To Believe or Not

She came in all spruced up, hair curled, make-up just right. She carried herself well with perfect posture. Except for the curious scars on her left cheek, her complexion was flawless. At first impression, I thought her story was going to be a little more positive than most of the stories I hear day in day out.

My hunch was debunked about 2 sentences into our conversation.

She wanted Alprazolam (Xanax)... a highly addictive drug, which can net sellers upwards of $5 per pill on the streets. It is a medicine I choose not to prescribe, because you know... the rotten few have ruined it for the deserving many.

Before turning Cindy away, I listened, disheartened, as she told me her story. She had been locked away in a tiny room, a prisoner in her own home, with very little food and no sunshine. The jailer was her husband, who had gradually become more abusive, at one point smashing her face and fracturing her left cheekbone. At his breaking point, he threw Cindy in a bedroom, locked the door, and she wouldn't see the light of day for 9 months. He had become her sole source of  food, freedom and fear.

After Cindy's daring escape, she began to have nightmares and anxiety, developing classic symptoms of post-traumatic stress disorder. She was prescribed Xanax to fight her fires, which helped her cope and quenched the flames. She began to help other women with similar stories, and soon became a model of strength, a pillar of support for others. Reaching outwardly helped her heal inwardly. Eventually, she was hired as the director of a local goodwill organization, and she felt strong enough to wean from the Xanax, another captor from which she wanted to escape.

But slowly, her nightmares and flashbacks re-emerged, the embers re-igniting. For the last 6 months, she had embattled the discomforts with stoicism, but finally accepted the need for extrinsic help. She wanted... needed the medicine to cope.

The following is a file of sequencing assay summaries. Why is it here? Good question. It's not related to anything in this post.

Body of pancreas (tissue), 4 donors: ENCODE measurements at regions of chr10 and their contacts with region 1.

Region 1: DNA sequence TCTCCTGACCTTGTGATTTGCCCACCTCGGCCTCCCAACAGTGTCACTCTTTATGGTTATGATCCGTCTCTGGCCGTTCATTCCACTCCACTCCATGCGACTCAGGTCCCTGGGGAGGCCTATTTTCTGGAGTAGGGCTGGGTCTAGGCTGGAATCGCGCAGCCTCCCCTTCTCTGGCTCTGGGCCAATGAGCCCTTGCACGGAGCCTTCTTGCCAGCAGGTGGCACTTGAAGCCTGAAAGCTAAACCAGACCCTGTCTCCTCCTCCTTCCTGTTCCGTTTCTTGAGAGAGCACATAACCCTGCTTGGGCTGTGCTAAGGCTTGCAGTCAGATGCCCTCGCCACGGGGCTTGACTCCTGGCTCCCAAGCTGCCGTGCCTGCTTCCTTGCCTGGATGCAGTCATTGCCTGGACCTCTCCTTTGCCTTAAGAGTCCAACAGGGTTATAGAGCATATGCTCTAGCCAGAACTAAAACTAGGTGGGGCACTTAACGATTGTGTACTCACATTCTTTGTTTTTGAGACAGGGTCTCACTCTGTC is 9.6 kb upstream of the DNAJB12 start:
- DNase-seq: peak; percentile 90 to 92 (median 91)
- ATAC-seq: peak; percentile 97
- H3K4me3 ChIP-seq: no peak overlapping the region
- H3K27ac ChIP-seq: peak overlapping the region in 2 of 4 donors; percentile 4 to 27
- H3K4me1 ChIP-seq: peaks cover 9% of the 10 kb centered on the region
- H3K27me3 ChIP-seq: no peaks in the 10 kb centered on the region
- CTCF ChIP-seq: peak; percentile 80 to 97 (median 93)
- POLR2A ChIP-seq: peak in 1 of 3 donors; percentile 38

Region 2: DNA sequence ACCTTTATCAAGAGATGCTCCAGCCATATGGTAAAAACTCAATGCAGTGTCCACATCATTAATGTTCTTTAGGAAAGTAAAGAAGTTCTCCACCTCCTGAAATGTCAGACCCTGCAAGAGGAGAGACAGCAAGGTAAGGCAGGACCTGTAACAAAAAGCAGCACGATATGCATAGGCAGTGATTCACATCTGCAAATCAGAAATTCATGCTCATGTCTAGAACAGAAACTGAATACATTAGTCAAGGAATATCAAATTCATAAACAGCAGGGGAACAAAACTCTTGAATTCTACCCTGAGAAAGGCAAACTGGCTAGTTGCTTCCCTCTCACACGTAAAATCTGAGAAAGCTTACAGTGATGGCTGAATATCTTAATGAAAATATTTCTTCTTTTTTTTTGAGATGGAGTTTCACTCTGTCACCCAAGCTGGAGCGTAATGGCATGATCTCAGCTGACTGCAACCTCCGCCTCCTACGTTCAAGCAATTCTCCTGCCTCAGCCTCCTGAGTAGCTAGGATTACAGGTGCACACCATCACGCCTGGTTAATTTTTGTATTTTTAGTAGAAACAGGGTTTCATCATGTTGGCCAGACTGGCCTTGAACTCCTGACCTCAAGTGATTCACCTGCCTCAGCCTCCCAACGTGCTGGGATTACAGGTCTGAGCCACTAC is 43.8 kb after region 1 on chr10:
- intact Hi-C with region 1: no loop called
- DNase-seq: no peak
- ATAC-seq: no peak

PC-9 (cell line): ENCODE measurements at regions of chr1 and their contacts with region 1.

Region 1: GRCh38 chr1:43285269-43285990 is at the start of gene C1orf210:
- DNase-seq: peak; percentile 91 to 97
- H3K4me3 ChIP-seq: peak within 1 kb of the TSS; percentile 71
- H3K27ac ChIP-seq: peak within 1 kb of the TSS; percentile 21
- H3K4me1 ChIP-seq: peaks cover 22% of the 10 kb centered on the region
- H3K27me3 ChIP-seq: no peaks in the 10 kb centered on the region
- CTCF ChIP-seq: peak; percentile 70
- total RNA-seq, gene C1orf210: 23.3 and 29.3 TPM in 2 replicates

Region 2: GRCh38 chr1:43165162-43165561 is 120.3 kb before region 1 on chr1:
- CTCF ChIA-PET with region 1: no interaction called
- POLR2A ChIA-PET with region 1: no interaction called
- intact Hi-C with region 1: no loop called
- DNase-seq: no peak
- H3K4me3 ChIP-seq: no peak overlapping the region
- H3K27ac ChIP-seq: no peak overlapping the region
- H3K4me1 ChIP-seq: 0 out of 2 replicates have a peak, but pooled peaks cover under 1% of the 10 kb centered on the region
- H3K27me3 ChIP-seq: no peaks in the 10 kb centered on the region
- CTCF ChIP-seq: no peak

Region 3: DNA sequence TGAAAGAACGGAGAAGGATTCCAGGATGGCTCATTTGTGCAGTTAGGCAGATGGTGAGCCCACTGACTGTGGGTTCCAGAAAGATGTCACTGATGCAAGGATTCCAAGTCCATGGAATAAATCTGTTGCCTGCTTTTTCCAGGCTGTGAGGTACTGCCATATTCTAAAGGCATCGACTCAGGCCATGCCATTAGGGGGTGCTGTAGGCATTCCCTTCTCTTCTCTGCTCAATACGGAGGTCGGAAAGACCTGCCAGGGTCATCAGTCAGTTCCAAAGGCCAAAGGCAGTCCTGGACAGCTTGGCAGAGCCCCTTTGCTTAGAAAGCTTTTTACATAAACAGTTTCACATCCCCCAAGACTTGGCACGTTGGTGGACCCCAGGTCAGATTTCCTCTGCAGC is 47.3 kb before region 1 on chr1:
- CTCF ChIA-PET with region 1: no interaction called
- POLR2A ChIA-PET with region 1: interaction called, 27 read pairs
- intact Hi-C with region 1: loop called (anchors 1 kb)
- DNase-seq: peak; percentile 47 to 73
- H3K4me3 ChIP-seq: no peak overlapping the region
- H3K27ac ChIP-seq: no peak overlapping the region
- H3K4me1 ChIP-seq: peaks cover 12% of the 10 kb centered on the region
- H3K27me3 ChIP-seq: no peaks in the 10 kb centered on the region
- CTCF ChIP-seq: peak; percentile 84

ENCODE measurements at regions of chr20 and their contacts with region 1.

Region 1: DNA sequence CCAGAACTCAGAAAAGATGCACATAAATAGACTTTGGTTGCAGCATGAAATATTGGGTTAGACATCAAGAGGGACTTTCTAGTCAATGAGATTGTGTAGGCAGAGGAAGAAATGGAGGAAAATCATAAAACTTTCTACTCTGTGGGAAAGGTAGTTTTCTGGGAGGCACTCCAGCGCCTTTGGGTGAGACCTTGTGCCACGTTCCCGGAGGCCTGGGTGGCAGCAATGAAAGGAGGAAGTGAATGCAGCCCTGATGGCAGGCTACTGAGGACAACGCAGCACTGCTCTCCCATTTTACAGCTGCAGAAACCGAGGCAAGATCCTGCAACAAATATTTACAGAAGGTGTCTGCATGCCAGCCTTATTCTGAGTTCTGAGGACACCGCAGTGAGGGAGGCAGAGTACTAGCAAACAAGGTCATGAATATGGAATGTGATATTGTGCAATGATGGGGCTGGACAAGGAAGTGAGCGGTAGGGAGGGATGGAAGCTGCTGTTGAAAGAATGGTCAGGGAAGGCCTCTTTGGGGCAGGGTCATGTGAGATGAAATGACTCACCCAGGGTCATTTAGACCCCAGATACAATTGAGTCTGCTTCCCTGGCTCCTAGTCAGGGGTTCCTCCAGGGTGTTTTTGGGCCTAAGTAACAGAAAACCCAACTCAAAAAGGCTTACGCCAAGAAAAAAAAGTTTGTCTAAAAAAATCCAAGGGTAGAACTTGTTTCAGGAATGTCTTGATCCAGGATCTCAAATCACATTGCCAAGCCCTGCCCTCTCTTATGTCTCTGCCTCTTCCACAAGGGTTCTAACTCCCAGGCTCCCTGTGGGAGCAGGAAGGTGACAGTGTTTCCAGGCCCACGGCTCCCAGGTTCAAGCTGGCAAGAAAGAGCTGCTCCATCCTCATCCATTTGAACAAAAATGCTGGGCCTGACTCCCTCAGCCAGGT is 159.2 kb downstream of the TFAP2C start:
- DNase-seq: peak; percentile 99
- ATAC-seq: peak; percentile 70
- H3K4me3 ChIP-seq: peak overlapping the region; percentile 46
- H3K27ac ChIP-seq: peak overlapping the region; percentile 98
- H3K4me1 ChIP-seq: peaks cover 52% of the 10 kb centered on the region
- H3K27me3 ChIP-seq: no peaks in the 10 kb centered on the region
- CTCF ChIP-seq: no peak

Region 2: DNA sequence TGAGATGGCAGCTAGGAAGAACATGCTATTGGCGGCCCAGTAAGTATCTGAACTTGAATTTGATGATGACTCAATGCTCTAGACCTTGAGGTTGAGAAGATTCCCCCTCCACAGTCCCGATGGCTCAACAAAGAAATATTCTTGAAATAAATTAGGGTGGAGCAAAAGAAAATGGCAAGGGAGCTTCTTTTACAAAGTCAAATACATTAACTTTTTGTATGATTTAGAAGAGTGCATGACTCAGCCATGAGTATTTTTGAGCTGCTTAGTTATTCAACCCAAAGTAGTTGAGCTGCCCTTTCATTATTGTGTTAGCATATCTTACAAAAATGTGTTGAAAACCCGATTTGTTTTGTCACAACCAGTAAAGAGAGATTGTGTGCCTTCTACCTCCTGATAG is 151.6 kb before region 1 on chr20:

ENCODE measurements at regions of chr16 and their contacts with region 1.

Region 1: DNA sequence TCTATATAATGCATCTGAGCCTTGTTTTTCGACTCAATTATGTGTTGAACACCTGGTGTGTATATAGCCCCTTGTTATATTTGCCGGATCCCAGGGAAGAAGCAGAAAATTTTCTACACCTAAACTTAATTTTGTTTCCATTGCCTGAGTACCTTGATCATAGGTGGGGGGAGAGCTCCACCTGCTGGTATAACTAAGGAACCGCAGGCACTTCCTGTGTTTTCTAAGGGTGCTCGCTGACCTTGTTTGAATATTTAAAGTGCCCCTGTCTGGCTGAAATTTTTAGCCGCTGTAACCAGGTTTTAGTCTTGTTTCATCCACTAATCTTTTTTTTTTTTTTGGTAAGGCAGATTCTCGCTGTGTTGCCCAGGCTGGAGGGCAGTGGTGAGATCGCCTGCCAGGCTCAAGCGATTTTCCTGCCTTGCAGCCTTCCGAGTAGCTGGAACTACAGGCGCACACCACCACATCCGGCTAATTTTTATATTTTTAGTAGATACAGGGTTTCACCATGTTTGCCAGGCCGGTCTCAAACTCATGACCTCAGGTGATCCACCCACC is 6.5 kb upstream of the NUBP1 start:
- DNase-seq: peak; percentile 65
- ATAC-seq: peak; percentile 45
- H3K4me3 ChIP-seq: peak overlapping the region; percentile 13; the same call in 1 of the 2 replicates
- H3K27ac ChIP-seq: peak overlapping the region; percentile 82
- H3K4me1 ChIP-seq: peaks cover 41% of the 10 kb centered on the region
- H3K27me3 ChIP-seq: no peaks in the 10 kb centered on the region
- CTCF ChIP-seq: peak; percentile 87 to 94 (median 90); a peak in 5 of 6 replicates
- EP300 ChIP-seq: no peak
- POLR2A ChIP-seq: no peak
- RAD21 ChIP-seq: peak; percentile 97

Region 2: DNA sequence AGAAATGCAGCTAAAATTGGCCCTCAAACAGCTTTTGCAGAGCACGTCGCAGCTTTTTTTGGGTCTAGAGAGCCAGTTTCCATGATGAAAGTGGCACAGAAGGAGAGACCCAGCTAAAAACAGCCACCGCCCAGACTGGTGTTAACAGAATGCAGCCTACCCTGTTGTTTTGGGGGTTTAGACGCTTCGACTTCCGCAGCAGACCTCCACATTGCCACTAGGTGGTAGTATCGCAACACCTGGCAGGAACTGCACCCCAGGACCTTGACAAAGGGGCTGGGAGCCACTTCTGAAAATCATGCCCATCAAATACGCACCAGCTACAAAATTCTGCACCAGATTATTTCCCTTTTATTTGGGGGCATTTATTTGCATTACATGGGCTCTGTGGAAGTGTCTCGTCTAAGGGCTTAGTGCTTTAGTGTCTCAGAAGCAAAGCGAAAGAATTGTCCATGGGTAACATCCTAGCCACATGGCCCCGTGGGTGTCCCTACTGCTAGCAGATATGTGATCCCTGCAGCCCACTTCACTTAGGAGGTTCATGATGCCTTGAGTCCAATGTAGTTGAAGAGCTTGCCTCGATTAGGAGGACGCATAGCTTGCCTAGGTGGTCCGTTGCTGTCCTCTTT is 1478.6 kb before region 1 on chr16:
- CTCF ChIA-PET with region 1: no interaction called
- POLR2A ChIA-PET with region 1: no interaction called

So she sat in my office, crying, hoping for a prescription.

Her story was compelling. It sounded legitimate. Her external scars glaring proof of something gone awry. I told her that I don't prescribe that medicine, but would refer her to our in-house psychiatrist who could give her that, or something more effective. She cringed under the weight of the inevitable wait.

Maybe her store is true, every word. Maybe she is the exact person for whom this medicine is designed for. Maybe she deserves this med, whenever she needs it.

And maybe.....she told me a darn good story, and has developed a Streep-like ability to cry when the moment is right.

I'll never know. She has never returned.

But I have returned again and again to thinking about that experience.

And it haunts me, did I do the right thing?


LGH said...

Jenni, wow, what a difficult and challenging call. Does the fact that she didn't come back make her story less believable? Desperate people take desperate measures. You are such a good writer; you should write more.

LoriPhdinme said...

You did the right thing. If she was in that level of pain and distress, you eased it. If she was an opportunist, her consequence from lies and devious behavior will come eventually. Your instincts and heart are sound


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